Since numerous news outlets seem to enjoy bringing religion into this, let’s talk about religion. This is NOT a religiously driven movement – it is something that affects all farmers in India, with the high retaliation rates in the North resulting from the high dependency on agriculture in these states to sustain a living among the majority of farmers. The media has also promoted the notion that it is exclusively a single minority who have been involved with the protests – farmers in North India - when in fact many of the 250 million participants are from southern states such as Tamil Nadu and Kerala who stood in solidarity with farmers from the North of the country.
Why are Sikhs at the forefront of much of these protests then? One possible reason is Operation Bluestar - a mass genocide of the Sikh diaspora which took place in 1984 (beyond the scope of this article) which involved the mass murder of thousands of Sikhs in India, particularly New Delhi. Following serious human rights abuses from Sikh separatists on civilians, the government deployed troops to remove militants who had occupied the holiest of Sikh Shrines – the Golden Temple in Amritsar. This was an act of protest to push forward their agenda of forming a new sovereign state called Khalistan. This proposed sovereign state would span large parts of India and neighbouring Pakistan and include states such as Punjab and Rajasthan. The troops caused serious damage to the temple and multiple civilians, security personnel and militants were killed among the violence. The prime minister of India at the time, Indira Gandhi was murdered by her two Sikh bodyguards in an act of revenge for degrading the temple in such a way.
The targeting of Sikhs following this was primarily led by Indira Gandhi supporters who blamed the Sikh diaspora for the death of their Prime minister. The complete ignorance to the situation by the government continuesto this day, with only 30 people (mostly low-level party supporters) being convicted for the attacks which included various accounts of mass murder, torture, rape and kidnapping. There have been no prosecutions for rape to date.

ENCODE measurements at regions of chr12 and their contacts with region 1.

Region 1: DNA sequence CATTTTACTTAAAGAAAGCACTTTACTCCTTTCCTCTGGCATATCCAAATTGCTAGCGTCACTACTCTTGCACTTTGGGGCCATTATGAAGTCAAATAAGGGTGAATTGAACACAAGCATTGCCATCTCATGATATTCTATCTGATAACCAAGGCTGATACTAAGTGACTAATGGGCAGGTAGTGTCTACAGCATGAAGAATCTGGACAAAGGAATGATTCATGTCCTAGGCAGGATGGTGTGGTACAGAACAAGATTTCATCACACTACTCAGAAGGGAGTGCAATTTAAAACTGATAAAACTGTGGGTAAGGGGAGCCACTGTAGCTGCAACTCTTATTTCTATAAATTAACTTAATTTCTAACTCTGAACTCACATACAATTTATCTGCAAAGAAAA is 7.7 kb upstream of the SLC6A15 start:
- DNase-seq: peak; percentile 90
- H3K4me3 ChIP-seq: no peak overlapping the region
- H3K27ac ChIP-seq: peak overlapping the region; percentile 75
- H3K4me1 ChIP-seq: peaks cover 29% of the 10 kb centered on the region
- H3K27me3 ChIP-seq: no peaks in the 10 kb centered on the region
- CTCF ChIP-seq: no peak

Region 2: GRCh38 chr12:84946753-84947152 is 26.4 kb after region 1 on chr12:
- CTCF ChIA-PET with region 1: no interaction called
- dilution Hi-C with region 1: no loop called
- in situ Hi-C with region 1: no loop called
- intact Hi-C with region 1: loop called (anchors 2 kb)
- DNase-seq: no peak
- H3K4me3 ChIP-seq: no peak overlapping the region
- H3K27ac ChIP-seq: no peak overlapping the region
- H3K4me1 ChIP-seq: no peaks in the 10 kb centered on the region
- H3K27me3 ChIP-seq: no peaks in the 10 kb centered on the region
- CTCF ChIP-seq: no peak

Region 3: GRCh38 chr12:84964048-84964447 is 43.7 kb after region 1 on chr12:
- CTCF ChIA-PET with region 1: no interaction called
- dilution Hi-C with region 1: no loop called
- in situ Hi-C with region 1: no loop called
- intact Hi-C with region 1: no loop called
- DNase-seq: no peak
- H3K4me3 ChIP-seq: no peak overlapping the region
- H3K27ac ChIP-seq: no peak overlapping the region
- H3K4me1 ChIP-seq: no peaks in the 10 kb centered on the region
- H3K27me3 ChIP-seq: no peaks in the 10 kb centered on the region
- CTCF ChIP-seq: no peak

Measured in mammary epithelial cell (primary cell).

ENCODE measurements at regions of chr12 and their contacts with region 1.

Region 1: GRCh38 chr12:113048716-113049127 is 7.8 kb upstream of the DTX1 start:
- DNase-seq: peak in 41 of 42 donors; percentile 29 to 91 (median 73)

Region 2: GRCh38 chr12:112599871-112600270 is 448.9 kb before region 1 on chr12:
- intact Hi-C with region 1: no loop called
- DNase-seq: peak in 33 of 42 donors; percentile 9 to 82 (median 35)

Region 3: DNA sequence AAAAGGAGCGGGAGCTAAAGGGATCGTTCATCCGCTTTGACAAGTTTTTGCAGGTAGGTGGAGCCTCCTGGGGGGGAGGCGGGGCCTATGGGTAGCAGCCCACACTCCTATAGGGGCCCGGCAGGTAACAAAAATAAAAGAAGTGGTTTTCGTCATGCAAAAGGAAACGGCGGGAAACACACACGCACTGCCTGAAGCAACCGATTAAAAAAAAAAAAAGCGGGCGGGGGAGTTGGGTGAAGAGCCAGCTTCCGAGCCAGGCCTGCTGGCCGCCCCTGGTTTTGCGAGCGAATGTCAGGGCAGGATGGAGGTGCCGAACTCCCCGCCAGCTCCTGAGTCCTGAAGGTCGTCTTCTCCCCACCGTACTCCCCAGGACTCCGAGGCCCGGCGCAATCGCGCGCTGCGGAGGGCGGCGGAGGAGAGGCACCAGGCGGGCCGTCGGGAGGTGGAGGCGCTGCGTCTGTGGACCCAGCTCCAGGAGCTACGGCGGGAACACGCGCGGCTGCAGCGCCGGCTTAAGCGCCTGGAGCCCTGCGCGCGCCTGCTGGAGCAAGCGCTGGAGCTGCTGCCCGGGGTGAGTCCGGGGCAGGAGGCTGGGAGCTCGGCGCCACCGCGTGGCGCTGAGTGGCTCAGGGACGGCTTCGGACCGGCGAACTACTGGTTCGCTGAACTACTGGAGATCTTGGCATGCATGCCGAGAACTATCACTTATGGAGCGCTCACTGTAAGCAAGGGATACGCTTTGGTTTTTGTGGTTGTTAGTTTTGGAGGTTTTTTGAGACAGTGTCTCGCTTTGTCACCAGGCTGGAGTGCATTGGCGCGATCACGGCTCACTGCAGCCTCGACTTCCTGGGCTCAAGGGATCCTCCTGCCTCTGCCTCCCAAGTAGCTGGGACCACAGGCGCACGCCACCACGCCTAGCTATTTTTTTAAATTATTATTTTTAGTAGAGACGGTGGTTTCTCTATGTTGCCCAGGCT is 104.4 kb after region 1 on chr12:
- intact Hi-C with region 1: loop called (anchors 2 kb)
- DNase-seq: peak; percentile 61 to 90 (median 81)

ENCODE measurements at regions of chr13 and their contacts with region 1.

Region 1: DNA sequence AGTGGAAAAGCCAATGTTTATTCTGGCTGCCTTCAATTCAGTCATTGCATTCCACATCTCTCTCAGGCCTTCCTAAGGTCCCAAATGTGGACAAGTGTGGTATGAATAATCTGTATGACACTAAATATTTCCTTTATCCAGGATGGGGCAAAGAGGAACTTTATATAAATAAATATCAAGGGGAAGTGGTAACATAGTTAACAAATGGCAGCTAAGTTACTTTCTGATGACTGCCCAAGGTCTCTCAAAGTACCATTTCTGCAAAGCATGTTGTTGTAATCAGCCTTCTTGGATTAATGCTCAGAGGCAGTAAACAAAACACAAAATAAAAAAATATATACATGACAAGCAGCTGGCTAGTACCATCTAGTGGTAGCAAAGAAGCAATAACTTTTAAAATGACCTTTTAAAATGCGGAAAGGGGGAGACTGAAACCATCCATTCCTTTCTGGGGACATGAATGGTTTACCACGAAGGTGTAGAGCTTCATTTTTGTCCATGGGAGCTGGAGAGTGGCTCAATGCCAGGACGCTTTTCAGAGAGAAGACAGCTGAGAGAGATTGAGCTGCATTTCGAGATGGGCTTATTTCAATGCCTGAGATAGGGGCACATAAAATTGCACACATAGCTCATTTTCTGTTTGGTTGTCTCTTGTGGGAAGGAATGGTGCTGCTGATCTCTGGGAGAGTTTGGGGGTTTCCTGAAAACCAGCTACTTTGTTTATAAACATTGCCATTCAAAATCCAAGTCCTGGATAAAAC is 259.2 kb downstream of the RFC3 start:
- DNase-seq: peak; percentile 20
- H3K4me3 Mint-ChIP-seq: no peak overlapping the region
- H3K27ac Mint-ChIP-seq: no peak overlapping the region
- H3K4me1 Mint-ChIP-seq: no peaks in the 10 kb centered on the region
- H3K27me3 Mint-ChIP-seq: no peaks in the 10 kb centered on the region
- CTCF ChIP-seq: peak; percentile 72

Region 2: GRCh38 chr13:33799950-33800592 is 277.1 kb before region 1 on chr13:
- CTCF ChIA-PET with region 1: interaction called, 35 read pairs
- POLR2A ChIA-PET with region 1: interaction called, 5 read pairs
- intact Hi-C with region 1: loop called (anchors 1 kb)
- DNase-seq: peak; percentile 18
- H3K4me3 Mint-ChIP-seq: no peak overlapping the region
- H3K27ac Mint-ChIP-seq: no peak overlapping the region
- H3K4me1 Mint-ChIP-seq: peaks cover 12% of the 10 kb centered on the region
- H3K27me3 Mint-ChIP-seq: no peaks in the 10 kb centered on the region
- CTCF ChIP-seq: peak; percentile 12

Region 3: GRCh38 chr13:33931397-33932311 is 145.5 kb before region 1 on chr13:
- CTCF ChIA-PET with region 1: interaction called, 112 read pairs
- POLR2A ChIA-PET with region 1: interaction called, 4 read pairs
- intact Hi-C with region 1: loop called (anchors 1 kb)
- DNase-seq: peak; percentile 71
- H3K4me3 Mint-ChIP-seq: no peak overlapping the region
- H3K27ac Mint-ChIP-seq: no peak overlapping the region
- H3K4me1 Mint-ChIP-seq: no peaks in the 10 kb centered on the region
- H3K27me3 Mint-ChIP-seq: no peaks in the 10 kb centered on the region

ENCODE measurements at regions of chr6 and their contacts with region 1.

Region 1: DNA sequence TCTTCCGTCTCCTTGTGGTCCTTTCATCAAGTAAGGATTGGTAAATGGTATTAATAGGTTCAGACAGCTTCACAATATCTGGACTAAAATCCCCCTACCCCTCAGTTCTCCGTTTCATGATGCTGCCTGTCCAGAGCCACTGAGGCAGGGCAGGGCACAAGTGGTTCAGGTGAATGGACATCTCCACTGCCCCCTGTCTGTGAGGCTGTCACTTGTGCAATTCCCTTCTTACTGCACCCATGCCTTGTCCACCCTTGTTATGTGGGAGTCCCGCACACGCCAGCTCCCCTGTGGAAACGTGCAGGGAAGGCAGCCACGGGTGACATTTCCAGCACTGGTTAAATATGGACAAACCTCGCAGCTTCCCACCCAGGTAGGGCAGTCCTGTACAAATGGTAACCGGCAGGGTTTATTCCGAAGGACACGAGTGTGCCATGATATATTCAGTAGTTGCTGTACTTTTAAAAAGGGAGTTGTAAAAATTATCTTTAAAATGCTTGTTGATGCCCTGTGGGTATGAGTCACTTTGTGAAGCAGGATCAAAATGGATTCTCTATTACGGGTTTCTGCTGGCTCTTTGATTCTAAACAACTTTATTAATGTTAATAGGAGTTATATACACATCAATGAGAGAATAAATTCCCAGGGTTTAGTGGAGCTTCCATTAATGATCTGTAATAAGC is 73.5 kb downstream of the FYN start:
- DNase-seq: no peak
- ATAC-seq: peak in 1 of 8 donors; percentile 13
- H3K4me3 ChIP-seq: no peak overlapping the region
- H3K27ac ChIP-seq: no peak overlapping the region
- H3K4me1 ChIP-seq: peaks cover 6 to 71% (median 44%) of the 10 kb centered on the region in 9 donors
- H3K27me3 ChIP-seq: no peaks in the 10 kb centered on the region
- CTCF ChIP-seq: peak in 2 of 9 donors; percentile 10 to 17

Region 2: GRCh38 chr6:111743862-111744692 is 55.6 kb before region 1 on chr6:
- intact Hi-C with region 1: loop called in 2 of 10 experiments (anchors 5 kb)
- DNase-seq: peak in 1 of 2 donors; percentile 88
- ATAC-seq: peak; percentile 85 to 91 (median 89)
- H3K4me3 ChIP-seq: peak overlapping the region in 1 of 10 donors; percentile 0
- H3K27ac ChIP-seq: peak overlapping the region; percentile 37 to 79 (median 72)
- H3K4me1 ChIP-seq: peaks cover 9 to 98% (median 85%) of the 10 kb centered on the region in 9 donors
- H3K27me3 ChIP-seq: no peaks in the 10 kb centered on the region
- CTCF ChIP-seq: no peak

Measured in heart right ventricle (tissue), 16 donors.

This is one reason why Sikhs are seen to be the face of the protests – the past has given the diaspora little reason to trust the Indian Government and the prejudice shown against the Sikh community in the past has repeated itself. The similarities between the response from the Indian government to the protests and the events which took place in 1984 are startling and it seems as though we haven’t learnt our lessons from the past. Images displaying police brutality during the 1984 Sikh genocide and the Farmers’ protests are scarily similar and the world is silent.
With the advent of influencers, such as singer Rihanna, speaking out about the protests the movement has gained traction. However, the lack of support from other influencers (especially various Bollywood actors who have either not spoken out about the protests or who support the actions of the government) is promoting the spread of false information surrounding the protests. Actress Kangana Ranaut has been criticised for acomment she made insinuating the protests were led by “Khalistani Terrorists” highlighting the misconception that this is a religiously motivated battle. In a (now deleted) tweet, she had also described the protestors as a “cancer” that needs to be “eradicated”. This ignorance shows the miseducation surrounding the movement and shows the extent to which some influencers are willing to stretch in order to promote their ideologies and agendas.
Lessons Need to be Learnt
Despite the efforts of many to silence the voices of those who feed the world and form much of the backbone of India, the voices of those who are suffering can be heard loud and clear and the global response from the diaspora has been eye-opening. Despite this, the lack of awareness surrounding the issue is startling and needs to change.
This article will be published on the day of Vaisakhi – the day marking the start of the Sikh new year and the Hindu Solar new year which coincides with the season of harvest. It is a day of celebration and new beginnings – or it should be.
This day is a day of recognition and reward for many farmers as they celebrate their labour throughout the year to feed the world. In the spirit of Vaisakhi, we should aim to start afresh and learn about the atrocities enacted in the past, present, and if we do not learn from our past mistakes, the future as well.